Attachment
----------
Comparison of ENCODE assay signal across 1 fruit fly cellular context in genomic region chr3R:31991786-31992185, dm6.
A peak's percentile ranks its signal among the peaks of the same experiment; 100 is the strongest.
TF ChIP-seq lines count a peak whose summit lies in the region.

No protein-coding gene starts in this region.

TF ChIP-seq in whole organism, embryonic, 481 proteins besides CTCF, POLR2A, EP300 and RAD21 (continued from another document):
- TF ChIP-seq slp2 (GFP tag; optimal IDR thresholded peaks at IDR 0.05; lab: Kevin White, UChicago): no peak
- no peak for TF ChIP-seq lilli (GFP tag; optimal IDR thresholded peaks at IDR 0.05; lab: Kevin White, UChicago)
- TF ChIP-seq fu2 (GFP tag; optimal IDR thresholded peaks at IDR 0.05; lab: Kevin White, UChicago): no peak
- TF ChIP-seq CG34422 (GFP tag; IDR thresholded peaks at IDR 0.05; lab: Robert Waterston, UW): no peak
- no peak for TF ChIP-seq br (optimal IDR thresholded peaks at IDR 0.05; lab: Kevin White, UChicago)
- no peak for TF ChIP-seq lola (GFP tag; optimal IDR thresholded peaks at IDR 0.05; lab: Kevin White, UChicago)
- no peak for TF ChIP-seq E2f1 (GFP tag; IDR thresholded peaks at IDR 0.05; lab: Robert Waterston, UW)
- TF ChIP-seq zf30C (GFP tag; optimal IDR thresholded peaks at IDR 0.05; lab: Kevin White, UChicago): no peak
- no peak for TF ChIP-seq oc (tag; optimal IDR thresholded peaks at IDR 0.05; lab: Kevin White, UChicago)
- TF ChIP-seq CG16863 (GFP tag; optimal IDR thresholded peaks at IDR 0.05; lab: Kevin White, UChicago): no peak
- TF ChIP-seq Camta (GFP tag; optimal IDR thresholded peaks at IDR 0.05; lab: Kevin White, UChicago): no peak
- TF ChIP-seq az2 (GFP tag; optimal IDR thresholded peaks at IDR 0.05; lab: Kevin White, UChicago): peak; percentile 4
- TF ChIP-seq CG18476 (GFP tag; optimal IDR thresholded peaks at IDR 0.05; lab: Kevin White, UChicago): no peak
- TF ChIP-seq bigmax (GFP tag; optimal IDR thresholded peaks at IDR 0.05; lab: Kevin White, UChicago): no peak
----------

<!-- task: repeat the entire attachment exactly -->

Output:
Comparison of ENCODE assay signal across 1 fruit fly cellular context in genomic region chr3R:31991786-31992185, dm6.
A peak's percentile ranks its signal among the peaks of the same experiment; 100 is the strongest.
TF ChIP-seq lines count a peak whose summit lies in the region.

No protein-coding gene starts in this region.

TF ChIP-seq in whole organism, embryonic, 481 proteins besides CTCF, POLR2A, EP300 and RAD21 (continued from another document):
- TF ChIP-seq slp2 (GFP tag; optimal IDR thresholded peaks at IDR 0.05; lab: Kevin White, UChicago): no peak
- no peak for TF ChIP-seq lilli (GFP tag; optimal IDR thresholded peaks at IDR 0.05; lab: Kevin White, UChicago)
- TF ChIP-seq fu2 (GFP tag; optimal IDR thresholded peaks at IDR 0.05; lab: Kevin White, UChicago): no peak
- TF ChIP-seq CG34422 (GFP tag; IDR thresholded peaks at IDR 0.05; lab: Robert Waterston, UW): no peak
- no peak for TF ChIP-seq br (optimal IDR thresholded peaks at IDR 0.05; lab: Kevin White, UChicago)
- no peak for TF ChIP-seq lola (GFP tag; optimal IDR thresholded peaks at IDR 0.05; lab: Kevin White, UChicago)
- no peak for TF ChIP-seq E2f1 (GFP tag; IDR thresholded peaks at IDR 0.05; lab: Robert Waterston, UW)
- TF ChIP-seq zf30C (GFP tag; optimal IDR thresholded peaks at IDR 0.05; lab: Kevin White, UChicago): no peak
- no peak for TF ChIP-seq oc (tag; optimal IDR thresholded peaks at IDR 0.05; lab: Kevin White, UChicago)
- TF ChIP-seq CG16863 (GFP tag; optimal IDR thresholded peaks at IDR 0.05; lab: Kevin White, UChicago): no peak
- TF ChIP-seq Camta (GFP tag; optimal IDR thresholded peaks at IDR 0.05; lab: Kevin White, UChicago): no peak
- TF ChIP-seq az2 (GFP tag; optimal IDR thresholded peaks at IDR 0.05; lab: Kevin White, UChicago): peak; percentile 4
- TF ChIP-seq CG18476 (GFP tag; optimal IDR thresholded peaks at IDR 0.05; lab: Kevin White, UChicago): no peak
- TF ChIP-seq bigmax (GFP tag; optimal IDR thresholded peaks at IDR 0.05; lab: Kevin White, UChicago): no peak